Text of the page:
Alex hasn’t had an easy ride. The BA IT meltdowns and data breach were not his finest hour. However, people who knew Alex spoke well of him, and he was always very personable and pleasant to me whenever we met. People also tend to ignore his track record, including his role as the founder of Clickair in Spain.

Alex Cruz fired by British Airways

Even those people who saw British Airways as undertaking a ‘race to the bottom’ under his tenure tend to ignore the facts.

Under Cruz we saw the launch of Club Suite – probably the best business class seat of any European airline – plus the First Wing at Heathrow, Club Europe added to domestic routes and the Do&Co catering contract signed. There was also substantial investment in renewing the long haul fleet.

At the other end of the plane, I have recently seen European flights selling for as little as £14 one way. This is a figure which would have been unthinkable when Cruz joined.

With Luis Gallego keen to make his mark at IAG, he will want his own team in place. It seems Alex is not to be part of that.

PS. If you were following @alexcruzmaybe on Twitter, you need to retune to @seandoylemaybe …..

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Comments (60)

This article is closed to new comments. Feel free to ask your question in the HfP forums.

  • Ian says:

    No loss.

  • memesweeper says:

    Now Willy Walsh is gone, so is his yes man. Interesting, but not necessarily good for the consumer, times ahead. Note the Avios-for-everything initiatives, like RFS on long haul, were something Cruz was very keen on… we might see some changes to the opportunities to spend points.

  • Ashic Mahtab says:

    Why do the top roles always seem to go to people from low cost / smaller airlines?

    • Nick says:

      Sean worked at BA for 18 years before moving to Lingus. He’s more BA than anything else.

  • marcw says:

    To me it looks like he’s been fired – this does not look like a voluntary departure. IAG, and particularly BAs 3Q results are going to be a massive disaster, compared to LH and AF-KLM.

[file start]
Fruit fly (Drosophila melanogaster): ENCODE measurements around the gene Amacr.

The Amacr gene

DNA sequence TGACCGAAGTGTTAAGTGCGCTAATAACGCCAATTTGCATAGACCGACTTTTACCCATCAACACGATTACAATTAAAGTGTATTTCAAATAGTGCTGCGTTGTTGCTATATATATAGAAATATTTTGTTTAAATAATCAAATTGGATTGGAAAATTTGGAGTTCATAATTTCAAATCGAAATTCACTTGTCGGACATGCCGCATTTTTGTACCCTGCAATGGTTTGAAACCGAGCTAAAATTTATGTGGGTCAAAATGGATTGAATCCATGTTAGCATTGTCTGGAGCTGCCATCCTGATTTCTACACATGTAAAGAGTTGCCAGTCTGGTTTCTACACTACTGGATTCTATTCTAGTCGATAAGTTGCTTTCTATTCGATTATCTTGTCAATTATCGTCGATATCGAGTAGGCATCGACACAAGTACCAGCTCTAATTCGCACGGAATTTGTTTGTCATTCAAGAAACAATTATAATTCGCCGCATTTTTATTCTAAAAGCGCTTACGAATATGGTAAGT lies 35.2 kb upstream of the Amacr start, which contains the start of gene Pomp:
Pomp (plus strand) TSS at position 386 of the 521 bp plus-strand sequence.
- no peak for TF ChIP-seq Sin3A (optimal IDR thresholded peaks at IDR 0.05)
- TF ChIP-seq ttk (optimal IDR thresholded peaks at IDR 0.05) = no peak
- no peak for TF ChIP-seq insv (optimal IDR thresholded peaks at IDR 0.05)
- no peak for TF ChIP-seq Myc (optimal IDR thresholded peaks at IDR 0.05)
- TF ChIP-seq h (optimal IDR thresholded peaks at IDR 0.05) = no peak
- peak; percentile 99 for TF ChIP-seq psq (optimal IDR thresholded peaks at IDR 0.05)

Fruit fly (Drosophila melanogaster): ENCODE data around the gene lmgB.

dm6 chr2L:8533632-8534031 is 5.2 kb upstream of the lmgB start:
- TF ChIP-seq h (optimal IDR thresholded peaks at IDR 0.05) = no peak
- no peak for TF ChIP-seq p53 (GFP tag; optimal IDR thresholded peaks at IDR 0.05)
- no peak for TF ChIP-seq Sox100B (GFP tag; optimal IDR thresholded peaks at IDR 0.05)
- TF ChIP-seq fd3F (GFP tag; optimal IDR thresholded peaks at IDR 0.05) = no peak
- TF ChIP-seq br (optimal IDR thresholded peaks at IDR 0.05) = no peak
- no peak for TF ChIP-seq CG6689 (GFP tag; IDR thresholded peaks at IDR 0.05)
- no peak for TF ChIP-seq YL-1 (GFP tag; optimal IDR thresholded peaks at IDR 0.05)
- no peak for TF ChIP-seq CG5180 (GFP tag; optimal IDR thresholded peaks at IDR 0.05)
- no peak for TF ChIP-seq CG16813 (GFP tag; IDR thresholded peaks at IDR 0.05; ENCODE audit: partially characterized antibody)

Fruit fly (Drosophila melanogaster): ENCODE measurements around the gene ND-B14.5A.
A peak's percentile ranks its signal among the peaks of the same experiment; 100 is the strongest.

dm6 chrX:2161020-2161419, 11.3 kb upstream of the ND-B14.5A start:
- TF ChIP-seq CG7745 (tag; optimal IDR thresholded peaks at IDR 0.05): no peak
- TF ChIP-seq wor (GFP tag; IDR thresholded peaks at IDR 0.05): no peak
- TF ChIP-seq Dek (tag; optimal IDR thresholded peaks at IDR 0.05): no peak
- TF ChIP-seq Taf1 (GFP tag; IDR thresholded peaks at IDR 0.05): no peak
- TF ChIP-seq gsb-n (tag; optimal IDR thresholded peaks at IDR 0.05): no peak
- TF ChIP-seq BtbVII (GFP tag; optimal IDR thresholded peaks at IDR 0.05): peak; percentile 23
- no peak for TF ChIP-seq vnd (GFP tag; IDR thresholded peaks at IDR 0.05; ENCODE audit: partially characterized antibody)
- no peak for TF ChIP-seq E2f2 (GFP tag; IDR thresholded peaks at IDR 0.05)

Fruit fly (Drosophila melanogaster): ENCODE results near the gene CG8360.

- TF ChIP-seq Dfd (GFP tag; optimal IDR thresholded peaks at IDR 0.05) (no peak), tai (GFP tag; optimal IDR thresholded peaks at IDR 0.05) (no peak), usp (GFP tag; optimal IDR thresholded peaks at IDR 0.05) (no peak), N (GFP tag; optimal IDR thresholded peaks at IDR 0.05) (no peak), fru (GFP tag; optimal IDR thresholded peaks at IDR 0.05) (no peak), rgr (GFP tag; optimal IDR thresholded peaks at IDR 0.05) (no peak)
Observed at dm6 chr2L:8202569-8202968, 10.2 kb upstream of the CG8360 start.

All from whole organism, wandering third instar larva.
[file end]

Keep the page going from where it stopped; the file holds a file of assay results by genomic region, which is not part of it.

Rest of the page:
• Rhys says:

      Can Alex really be held responsible for the Government’s lack of interest in bailing airlines out?!

      • BuildTheWall says:

        It was BA that chose to not get a bailout. A bailout would’ve come with restrictions on pay cuts or job cuts.

        • Lady London says:

          And note that the government learned, because the new jobs subsidy scheme that follows the current one, has in its rules that the employer cant put employees on notice of redundancy if they claim under it.

    • Alex W says:

      Surely someone that has been fired would not be staying on as Chairman.

      • Lady London says:

        possible… sometimes these things are done in stages.

        Being fired is different depending how high you are.

    • Opus says:

      Because other countries have significantly better testing regimes than the U.K.? Like the handling of Covid in the U.K. is only second worst to the US. Let me any CEO try and navigate that. Also how do we know their numbers are going to be worse? Are you just going off how you feel?

      • marcw says:

        No, it’s based on what big bosses of BA, LH and AF-KLM have leaked in the past 6 weeks, how much their airlines are losing each day/week/90min.